Bombardier recently announced that Transport Canada (TC), the U.S. Federal Aviation Administration (FAA) and the European Aviation Safety Agency (EASA) have granted full operational approval for the Bombardier Enhanced Vision System (BEVS).
BEVS provides pilots with improved situational awareness and the ability to observe runway lights and the runway environment in difficult operating conditions. The system is a standard feature on the new ultra long-range Global Express XRS aircraft, scheduled for entry into customer service in the first quarter of 2006. It is also available as an option on the high-speed Bombardier Global 5000 jet and as a retrofit for Global Express aircraft currently in service.
“This innovative technology is among the first certified to the latest TC and FAA standards for Enhanced Flight Vision Systems (EFVS),” said Jeff Petzke, engineering director for the Global product line. “In low visibility conditions, BEVS can also enable pilots to descend below published minimums and use the system as a visual reference to the runway, making airports more accessible more often.”
Both TC and the FAA provided system certification late this summer, while EASA provided its approval this autumn. TC and the FAA completed joint flight-testing on February 3, 2005; EASA finished its flight-testing on March 15, 2005.
The operational acceptance process, which included flight simulator and training evaluations, concluded with successful electro-magnetic interference tests on a production Bombardier Global Express aircraft. The system was evaluated in all phases of flight -- taxi, takeoff, approach and landing, over a wide range of terrain, in varying environmental conditions such as at night time, in snow, in rain and in fog -- for a total of over 175 flight hours.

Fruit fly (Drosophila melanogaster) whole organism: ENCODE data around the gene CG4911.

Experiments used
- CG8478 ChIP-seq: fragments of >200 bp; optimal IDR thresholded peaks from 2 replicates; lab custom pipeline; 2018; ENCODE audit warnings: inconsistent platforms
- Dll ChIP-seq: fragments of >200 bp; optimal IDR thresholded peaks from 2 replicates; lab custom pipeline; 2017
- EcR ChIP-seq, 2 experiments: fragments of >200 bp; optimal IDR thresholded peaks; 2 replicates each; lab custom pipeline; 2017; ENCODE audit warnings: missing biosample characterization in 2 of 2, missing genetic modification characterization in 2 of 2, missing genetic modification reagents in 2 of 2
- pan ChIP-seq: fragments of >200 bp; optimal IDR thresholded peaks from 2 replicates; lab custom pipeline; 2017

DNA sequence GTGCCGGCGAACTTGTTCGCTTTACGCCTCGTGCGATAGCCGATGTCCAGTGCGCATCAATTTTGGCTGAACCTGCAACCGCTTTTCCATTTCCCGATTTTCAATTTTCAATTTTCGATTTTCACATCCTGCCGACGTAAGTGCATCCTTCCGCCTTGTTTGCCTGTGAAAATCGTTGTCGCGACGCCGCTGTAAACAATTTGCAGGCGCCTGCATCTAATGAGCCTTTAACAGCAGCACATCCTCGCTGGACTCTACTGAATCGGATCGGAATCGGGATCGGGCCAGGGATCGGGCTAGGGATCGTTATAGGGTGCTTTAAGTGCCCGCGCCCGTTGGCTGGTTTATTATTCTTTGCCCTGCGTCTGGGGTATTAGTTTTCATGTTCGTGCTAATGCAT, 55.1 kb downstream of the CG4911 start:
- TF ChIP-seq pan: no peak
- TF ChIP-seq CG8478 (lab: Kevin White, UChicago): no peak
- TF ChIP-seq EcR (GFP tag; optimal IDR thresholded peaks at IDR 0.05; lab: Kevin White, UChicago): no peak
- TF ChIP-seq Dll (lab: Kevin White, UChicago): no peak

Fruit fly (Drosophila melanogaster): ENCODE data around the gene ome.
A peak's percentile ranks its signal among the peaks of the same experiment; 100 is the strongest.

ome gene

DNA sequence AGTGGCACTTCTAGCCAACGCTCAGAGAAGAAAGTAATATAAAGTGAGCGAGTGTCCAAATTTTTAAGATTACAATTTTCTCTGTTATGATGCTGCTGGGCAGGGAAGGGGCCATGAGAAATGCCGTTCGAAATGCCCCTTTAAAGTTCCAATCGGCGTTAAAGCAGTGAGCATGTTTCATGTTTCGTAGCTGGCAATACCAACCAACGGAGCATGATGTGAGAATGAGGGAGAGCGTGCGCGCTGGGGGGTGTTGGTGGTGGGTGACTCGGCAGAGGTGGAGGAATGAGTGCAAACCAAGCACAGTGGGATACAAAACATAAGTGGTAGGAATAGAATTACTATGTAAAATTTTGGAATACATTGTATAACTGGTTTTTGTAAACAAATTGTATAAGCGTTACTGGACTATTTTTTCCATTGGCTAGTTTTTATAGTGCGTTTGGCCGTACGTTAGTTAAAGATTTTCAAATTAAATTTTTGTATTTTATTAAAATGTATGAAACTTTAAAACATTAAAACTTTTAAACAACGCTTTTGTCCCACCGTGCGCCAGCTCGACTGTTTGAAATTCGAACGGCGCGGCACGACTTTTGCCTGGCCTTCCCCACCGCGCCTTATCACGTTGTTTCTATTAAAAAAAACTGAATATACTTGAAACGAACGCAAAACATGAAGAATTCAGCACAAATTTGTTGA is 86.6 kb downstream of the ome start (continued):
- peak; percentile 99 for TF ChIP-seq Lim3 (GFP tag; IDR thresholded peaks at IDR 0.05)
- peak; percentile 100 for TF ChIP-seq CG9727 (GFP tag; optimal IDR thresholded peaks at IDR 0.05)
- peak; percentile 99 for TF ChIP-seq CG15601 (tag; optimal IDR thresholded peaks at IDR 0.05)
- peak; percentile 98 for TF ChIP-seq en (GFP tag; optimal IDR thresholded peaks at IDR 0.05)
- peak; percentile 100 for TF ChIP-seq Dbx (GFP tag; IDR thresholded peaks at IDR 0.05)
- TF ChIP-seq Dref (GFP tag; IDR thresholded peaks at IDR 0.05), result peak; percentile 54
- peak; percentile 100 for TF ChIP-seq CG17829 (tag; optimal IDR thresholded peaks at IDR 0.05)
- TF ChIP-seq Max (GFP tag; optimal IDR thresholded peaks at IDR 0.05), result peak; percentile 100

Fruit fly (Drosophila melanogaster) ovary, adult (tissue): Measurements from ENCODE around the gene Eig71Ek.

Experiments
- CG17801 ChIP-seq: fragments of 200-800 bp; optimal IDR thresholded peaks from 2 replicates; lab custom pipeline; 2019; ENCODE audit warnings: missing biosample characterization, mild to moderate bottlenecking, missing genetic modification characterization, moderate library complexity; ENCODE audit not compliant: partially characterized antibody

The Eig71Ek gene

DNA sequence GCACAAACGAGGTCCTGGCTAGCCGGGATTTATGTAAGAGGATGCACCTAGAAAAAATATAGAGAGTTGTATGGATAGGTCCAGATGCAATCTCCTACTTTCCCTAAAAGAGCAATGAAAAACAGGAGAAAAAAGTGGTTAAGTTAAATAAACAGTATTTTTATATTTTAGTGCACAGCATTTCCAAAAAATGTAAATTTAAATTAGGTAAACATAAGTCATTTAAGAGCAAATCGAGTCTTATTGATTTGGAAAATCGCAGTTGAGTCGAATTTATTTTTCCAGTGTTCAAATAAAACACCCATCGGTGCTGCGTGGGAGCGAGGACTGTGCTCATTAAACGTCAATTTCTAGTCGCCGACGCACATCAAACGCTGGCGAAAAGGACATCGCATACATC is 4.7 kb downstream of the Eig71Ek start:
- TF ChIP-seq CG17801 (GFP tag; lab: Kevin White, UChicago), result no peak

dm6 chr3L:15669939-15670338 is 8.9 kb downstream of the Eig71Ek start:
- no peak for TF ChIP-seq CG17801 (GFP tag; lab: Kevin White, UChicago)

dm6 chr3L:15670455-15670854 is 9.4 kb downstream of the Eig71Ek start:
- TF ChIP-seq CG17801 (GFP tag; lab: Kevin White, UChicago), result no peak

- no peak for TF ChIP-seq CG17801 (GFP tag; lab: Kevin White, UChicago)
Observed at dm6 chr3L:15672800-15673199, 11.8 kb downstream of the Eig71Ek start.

In accordance with recent FAA rule changes to enhanced vision flight systems, BEVS allows aircraft to fly straight-in approaches down to a decision altitude of 100 feet (30.48 m) Height Above Threshold (HAT). Operators of Canadian registered aircraft are able to apply for an exemption from current rules; effectively granting them the same level of operational benefits afforded FAA registered aircraft. Until EASA introduces new regulations on EFVS, pilots of BEVS equipped aircraft will only be able to use the system for situational awareness when operating in that jurisdiction.
Operators selecting BEVS benefit from several advantages over other systems. The SureSight infrared camera provides superior sensitivity and advanced processing of real-time images in darkness or low-visibility conditions. The camera’s positioning on the upper portion of the aircraft nose places the BEVS directly in line with the pilot's visual reference point and makes cockpit views more natural.
The BEVS HUD display -- 28 per cent larger than any other commercially available heads-up display (HUD) -- provides pilots with the fullest and most comprehensive flight-guidance symbology available, as the same information is displayed in both HUD-only and in EVS modes.
BEVS' imagery is shared with the co-pilot through a head-down display that provides the same level of situational awareness for better communication during critical phases of flight. BEVS was developed in cooperation with Thales Avionics, the overall HUDS and EFVS integrator, and CMC Electronics, which supplies the SureSight InfraRed camera.